By Sabrina Samone, TMP
No one but you can ever define you. Lao Tzu says, "Knowing others is wisdom. Knowing the self is enlightenment. Mastering others requires force. Mastering the self requires strength." The great Aristotle, lead by Plato, defined the soul as the core essence of a living being, but argued against its having a separate existence. Ramana Maharshi taught that, self, itself is the world; self itself is ‘I’; self itself is God; all is the Supreme Self. The moral of the story may simply be that even with thousands of great thinkers throughout history, their ideas of defining who you are are no more than theories and the answer to who you are still lies completely in your hands.
The next step, since defining yourself may take your entire lifetime, we have race, gender, sexuality, nationality, religion and countless other labels to try and define how we fit into the grand scheme of things. For instance I often think of how we care for the elders of our community, differ, depending on your culture. Many Asian countries seem to master it a little more compassionately, to me, than we do here in America. If there is someone elderly in the family, many come together to care for their loved ones and usually remain a part of the family’s household. To me, here in America, we seem very quick to discard those in society after they have reached a certain age. It seems to begin after retirement. Maybe a result of being a capitalist nation seems that once a person is no longer on the treadmill of a working life, they appear to be deemed less valuable to society. This is misfortunate because with age comes wisdom that could be more valuable than gold to younger generations.
After working in a dozen or so nursing homes I’ve noticed how forgetful we are of loved ones. In every nursing home there are lists of residents that only get the privilege of seeing a relative, during Christmas, if they’re lucky. Its part of nursing home gossip to notice who don’t get a visitor the other 364 days of the year. Why in this country, we don’t cherish those that came before us is a mystery, maybe only Aristotle himself could answer and in the LGBT community it is even worse. It’s been a joke on popular lgbt shows like Will and Grace and countless others, that thirty years of age in the LGBT community is equal to 50 in mainstream society. It may have been used as countless jokes but the reality is more sad and true and if the way we treat our elderly in mainstream America seems alarming, it’s a Greek tragedy when it comes to the LGBT elderly.
The entire community actually reminds me of Greek culture in ancient times, or at least from what I’ve read of course. I’ve read that those born beautiful were given many advantages. Strength, physical beauty and power were celebrated. The Spartan elders examined all new born babies and ordered that any who were not well-built and sturdy were to be killed by leaving them in the bush at the foot of Mount Taygetus, according to Plutarch, “Life of Lycurgus”, 16. In Greek life they admired those that reminded them of their Gods, those endowed with superhuman strength and ageless beauty. Ask any gay bar fly nearing 50 if they are still in demand, or the fact that Miss Gay USA actually holds a “classic” version for those forty plus. Thirty is the brick wall in LGBT culture, forty is classic and fifty is “you poor thing.” Add to the fact, this culture is a sub-culture of the great American mosaic, who also, from the time of birth we are trained to fight the ageing process and dread the days of the old.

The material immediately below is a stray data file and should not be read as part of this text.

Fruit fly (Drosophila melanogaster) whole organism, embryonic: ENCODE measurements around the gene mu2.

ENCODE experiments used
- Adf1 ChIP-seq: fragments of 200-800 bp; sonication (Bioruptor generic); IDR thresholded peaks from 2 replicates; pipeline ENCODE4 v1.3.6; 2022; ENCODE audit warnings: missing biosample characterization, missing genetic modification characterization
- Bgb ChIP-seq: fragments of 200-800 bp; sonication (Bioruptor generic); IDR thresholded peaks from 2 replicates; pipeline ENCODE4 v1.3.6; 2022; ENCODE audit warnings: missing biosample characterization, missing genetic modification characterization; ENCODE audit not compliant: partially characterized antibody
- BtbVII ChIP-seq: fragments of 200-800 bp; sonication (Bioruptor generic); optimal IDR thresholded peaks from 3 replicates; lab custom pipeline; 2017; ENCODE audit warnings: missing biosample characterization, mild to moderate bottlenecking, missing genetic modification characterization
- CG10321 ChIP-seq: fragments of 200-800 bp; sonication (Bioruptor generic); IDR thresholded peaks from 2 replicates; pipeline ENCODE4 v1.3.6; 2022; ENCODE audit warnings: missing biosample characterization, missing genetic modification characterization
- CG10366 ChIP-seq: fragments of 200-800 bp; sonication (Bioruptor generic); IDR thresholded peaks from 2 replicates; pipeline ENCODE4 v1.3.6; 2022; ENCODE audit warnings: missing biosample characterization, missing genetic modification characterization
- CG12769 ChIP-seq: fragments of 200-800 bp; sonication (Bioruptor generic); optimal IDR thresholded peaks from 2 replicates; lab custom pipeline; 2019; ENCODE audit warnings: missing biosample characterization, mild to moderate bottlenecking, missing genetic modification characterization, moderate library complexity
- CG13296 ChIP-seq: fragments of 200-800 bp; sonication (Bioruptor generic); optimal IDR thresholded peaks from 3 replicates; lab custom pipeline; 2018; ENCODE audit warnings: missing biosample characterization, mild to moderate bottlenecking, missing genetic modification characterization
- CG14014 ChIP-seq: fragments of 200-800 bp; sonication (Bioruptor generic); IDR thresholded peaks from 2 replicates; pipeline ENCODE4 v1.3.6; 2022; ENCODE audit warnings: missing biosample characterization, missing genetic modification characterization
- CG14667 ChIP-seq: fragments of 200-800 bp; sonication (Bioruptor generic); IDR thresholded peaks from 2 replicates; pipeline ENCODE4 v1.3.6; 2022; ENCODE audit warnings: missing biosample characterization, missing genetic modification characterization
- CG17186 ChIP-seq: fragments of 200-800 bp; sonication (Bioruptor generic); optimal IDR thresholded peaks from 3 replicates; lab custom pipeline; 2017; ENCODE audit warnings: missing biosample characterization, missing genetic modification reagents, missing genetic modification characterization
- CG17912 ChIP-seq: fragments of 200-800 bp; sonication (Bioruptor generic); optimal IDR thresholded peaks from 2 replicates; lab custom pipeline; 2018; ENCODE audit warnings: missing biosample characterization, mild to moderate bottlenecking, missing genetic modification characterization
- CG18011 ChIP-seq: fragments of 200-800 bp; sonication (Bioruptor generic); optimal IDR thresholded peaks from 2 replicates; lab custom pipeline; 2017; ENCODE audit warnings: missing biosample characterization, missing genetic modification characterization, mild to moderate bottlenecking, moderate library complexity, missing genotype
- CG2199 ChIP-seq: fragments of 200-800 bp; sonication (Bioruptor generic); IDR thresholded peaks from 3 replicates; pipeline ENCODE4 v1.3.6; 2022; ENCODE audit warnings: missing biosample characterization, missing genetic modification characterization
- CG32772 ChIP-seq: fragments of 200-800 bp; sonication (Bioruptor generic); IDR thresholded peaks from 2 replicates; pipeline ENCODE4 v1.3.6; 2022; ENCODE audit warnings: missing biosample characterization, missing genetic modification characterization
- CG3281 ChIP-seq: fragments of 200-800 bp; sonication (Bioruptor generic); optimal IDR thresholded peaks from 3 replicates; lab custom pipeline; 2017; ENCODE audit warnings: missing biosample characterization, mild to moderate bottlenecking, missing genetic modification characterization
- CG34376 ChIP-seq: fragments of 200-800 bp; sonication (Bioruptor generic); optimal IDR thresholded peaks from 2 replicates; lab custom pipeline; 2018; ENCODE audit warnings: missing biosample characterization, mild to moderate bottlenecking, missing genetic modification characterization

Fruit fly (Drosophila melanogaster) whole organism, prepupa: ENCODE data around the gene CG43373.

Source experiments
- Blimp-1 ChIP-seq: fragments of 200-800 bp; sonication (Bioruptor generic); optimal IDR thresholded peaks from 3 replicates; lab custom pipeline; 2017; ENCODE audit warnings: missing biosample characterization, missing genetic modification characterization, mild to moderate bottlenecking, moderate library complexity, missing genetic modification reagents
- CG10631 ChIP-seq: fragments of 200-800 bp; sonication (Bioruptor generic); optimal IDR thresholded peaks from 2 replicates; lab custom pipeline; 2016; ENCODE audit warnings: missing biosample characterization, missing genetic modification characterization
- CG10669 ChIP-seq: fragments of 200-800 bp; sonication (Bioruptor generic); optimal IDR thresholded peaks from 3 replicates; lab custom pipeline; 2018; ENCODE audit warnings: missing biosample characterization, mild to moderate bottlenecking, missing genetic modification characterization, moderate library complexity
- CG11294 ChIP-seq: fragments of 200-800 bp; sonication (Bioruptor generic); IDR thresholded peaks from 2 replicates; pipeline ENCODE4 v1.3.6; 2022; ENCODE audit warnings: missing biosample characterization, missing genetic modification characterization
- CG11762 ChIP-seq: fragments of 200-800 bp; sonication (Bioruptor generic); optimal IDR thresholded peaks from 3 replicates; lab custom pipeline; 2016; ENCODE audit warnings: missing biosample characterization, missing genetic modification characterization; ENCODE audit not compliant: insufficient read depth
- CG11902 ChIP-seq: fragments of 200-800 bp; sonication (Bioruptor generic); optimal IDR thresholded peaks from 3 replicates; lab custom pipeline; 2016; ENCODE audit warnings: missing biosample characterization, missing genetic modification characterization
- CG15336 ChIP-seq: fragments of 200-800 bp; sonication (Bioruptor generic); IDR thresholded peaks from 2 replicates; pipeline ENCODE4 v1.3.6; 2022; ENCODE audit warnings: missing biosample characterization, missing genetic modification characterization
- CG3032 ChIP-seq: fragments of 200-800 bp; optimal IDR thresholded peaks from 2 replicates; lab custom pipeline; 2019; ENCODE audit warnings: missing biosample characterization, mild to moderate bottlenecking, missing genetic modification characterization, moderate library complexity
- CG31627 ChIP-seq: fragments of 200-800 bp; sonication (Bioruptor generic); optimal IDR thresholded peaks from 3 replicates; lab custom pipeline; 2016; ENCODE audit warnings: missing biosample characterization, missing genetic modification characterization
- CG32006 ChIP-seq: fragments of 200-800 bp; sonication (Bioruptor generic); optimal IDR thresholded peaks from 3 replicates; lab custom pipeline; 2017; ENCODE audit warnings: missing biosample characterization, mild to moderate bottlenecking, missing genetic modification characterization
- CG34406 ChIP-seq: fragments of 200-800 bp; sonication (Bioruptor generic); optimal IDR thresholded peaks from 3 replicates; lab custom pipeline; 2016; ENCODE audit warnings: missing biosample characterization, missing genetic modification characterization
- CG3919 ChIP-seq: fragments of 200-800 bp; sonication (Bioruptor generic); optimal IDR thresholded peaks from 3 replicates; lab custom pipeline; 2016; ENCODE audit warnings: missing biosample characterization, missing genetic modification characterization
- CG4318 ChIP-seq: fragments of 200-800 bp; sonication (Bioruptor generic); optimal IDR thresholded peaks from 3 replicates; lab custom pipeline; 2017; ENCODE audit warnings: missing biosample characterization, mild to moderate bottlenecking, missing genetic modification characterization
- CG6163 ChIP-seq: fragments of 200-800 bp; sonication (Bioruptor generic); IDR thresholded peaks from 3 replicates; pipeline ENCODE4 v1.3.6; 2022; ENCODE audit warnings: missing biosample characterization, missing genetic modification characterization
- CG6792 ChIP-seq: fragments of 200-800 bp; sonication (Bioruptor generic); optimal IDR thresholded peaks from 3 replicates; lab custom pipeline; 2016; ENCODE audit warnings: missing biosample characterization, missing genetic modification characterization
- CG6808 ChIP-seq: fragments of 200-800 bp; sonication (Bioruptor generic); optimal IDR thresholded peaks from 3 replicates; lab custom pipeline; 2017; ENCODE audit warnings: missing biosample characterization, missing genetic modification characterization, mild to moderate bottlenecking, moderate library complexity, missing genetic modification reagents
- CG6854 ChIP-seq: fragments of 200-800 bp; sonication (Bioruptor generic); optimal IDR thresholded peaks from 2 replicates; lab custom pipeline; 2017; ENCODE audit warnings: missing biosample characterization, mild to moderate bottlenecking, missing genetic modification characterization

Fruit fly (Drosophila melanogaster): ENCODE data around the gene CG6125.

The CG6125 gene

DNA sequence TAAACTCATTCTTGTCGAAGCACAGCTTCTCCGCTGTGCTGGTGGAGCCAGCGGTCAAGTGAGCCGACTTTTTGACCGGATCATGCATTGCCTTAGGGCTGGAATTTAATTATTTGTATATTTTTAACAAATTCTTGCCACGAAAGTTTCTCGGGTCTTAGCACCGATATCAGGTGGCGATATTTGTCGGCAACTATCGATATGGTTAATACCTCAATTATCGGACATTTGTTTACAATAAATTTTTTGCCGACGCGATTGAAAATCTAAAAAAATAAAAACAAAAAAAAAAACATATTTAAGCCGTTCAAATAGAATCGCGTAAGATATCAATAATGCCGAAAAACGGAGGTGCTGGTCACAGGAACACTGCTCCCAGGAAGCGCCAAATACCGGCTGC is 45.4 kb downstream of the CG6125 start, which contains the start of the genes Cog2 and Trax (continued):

There is a reason my generation of LGBT peers may have had a lack of how to deal with the elderly; A plague in the eighties that killed millions, denying them, old age. If your over thirty-five, LGBT, you may have started realizing how blessed you are. We all have a list of people that didn’t make it to see 2013. The dreaded plague maybe more controlled than ever before and no longer a death sentence with early detection and treatment. But we kids of the late eighties and on know the fear of first learning about sex, all while simultaneously learning, it can kill. According to the World Health Organization, thirty-five million people had died since the epidemic began and according to Aids.gov, nearly a million gay men in the USA. Until recently there hasn’t been much research in how many trans-women and men have passed but you can be assure our numbers are represented in that.